I invite you to hear today’s reading from Luke’s Gospel once again – but let’s put it in a different context. Hear now a reading from the Gospel According to Pastor Matt:

As Deacon Proud walked into church one Sunday morning, he was disgusted to see Lenny Lowlife there. Lenny was a drug pusher who had just gotten out of jail. Deacon Proud warned some of the ushers to keep a close watch on Lenny because he was a no-good loser. Before the offering, it was Deacon Proud’s time to pray. He walked with an air of importance to the microphone and began to pray using his religious tone of voice, “Heavenly Father, I thank Thee that I’ve been a deacon in this church for 30 years. I even remember when my grandfather built this holy edifice with his own two hands. And I thank Thee that I haven’t missed a single Sunday for over ten years. There were times, O Lord, when I was sick, but I came anyway. And Father, thou knowest I used to sing in the choir, until I was persecuted by the song leader who wouldn’t sing my style of music–but I can endure persecution just like Thou didest. Thou hast blessed me financially so I’ve been able to give unto you much more than 10 percent. I thank thee that I’m morally pure for I don’t drink much, and I don’t cuss on Sundays, and I don’t smoke unfiltered cigarettes and I don’t use drugs or sell them like someone who is among us today. Lord, we need more people just like me in our church. And, Lord, help everyone to come out tomorrow night at 7 p.m. at Oak Park field to watch our church softball team beat the Baptists again, and bless the gift and the giver. AMEN.”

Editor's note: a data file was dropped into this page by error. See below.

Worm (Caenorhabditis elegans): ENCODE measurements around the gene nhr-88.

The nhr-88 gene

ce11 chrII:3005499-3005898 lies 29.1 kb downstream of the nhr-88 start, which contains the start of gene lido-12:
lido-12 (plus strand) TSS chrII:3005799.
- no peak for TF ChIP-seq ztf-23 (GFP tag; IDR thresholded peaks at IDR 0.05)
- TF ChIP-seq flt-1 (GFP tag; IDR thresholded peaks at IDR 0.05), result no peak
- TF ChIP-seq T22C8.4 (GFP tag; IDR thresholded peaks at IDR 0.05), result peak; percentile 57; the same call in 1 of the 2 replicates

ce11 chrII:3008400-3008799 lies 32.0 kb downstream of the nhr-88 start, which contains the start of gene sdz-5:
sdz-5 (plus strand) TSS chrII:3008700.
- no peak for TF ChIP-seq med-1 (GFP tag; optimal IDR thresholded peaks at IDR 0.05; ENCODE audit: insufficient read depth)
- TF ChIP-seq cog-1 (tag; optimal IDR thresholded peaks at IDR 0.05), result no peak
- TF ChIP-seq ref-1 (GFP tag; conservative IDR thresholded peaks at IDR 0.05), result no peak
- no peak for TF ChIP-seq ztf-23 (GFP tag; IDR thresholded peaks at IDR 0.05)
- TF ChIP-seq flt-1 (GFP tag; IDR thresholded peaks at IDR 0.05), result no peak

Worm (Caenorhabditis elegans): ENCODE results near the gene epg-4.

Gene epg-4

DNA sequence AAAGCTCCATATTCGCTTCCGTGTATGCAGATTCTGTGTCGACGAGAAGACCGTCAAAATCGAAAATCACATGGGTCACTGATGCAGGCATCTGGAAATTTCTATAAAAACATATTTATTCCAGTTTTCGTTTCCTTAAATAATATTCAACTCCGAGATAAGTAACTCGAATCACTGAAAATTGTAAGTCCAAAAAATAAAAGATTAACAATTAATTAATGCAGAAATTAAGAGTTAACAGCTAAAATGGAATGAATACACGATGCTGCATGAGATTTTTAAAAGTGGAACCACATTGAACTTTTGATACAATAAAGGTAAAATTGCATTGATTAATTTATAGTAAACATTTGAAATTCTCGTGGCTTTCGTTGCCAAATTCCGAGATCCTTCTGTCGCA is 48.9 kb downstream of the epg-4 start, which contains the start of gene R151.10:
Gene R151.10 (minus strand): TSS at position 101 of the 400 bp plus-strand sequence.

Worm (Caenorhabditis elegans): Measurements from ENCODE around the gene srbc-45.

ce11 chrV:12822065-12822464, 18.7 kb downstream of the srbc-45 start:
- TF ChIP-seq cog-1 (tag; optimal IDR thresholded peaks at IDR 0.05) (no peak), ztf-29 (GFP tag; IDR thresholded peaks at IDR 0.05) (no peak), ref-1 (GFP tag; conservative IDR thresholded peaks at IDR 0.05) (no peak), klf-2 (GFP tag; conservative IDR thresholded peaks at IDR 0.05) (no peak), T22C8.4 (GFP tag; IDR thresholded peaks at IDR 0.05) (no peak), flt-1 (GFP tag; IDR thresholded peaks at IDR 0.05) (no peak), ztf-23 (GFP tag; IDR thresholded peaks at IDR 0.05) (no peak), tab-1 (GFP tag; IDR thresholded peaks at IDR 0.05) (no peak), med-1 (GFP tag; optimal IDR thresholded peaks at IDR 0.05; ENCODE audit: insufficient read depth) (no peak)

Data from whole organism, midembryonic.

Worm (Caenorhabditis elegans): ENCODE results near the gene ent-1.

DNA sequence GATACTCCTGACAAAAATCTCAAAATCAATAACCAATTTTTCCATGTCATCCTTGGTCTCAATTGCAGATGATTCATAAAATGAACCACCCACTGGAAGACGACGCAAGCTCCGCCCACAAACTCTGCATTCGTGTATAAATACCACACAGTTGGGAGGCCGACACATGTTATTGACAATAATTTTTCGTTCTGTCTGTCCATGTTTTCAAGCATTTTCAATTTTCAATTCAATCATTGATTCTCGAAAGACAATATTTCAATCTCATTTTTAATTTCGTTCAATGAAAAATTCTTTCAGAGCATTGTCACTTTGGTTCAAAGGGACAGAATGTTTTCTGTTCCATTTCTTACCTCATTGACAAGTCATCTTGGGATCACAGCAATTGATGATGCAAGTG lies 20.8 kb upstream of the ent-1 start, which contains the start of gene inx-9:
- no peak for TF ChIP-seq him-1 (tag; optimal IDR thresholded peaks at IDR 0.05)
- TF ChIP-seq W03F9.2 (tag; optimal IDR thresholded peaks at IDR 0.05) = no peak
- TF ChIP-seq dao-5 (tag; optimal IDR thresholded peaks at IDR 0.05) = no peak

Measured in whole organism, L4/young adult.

After napping through much of the sermon, Deacon Proud strolled out of church feeling good about himself because he made it through another Sunday.

Meanwhile, Lenny Lowlife was slouched on the back pew. After hearing a message about God’s forgiveness, he slipped to his knees, and began to pray. Holding his face in his hands he sobbed quietly, “God, I’m the dirtiest sinner in this town. I’m so sorry. I don’t deserve it, but is there any way you can wash away my filthy mistakes? Please, God, I need you!”

I tell you, it was Lenny, not Deacon Proud, who went home that day right with God.

It’s one thing to be thankful for what God does for us -- for the blessings we see all around us. It is quite another thing to compare ourselves to one another and to thank God for the differences, as if somehow we are better than that poor miserable tax collector over there, better than that druggie who’s wasting his life, better than that single mother who drinks too much, or that clumsy idiot who is our fellow worker, or the parishioner who sits next to us and seems to have no real faith at all.